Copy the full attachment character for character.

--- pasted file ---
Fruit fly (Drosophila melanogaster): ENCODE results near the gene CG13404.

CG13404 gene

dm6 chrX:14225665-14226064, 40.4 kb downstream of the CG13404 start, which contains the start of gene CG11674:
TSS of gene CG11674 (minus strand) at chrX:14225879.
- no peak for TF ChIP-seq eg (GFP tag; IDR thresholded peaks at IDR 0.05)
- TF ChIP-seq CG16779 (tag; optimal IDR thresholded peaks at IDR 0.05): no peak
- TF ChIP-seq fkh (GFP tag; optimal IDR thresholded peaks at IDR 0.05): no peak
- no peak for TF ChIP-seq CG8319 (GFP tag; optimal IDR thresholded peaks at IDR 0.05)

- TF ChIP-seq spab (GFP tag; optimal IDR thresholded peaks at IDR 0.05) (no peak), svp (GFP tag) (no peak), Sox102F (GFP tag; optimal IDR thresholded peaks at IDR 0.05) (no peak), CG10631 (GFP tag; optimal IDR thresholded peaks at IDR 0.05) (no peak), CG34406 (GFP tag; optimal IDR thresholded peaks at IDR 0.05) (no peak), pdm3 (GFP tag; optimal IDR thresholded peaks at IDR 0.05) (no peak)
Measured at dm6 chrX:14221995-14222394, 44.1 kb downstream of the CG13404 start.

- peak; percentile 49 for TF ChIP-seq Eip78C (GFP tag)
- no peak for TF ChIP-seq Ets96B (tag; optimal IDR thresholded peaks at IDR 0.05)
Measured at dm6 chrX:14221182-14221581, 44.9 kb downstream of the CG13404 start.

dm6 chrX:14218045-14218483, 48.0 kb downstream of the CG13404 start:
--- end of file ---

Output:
Fruit fly (Drosophila melanogaster): ENCODE results near the gene CG13404.

CG13404 gene

dm6 chrX:14225665-14226064, 40.4 kb downstream of the CG13404 start, which contains the start of gene CG11674:
TSS of gene CG11674 (minus strand) at chrX:14225879.
- no peak for TF ChIP-seq eg (GFP tag; IDR thresholded peaks at IDR 0.05)
- TF ChIP-seq CG16779 (tag; optimal IDR thresholded peaks at IDR 0.05): no peak
- TF ChIP-seq fkh (GFP tag; optimal IDR thresholded peaks at IDR 0.05): no peak
- no peak for TF ChIP-seq CG8319 (GFP tag; optimal IDR thresholded peaks at IDR 0.05)

- TF ChIP-seq spab (GFP tag; optimal IDR thresholded peaks at IDR 0.05) (no peak), svp (GFP tag) (no peak), Sox102F (GFP tag; optimal IDR thresholded peaks at IDR 0.05) (no peak), CG10631 (GFP tag; optimal IDR thresholded peaks at IDR 0.05) (no peak), CG34406 (GFP tag; optimal IDR thresholded peaks at IDR 0.05) (no peak), pdm3 (GFP tag; optimal IDR thresholded peaks at IDR 0.05) (no peak)
Measured at dm6 chrX:14221995-14222394, 44.1 kb downstream of the CG13404 start.

- peak; percentile 49 for TF ChIP-seq Eip78C (GFP tag)
- no peak for TF ChIP-seq Ets96B (tag; optimal IDR thresholded peaks at IDR 0.05)
Measured at dm6 chrX:14221182-14221581, 44.9 kb downstream of the CG13404 start.

dm6 chrX:14218045-14218483, 48.0 kb downstream of the CG13404 start: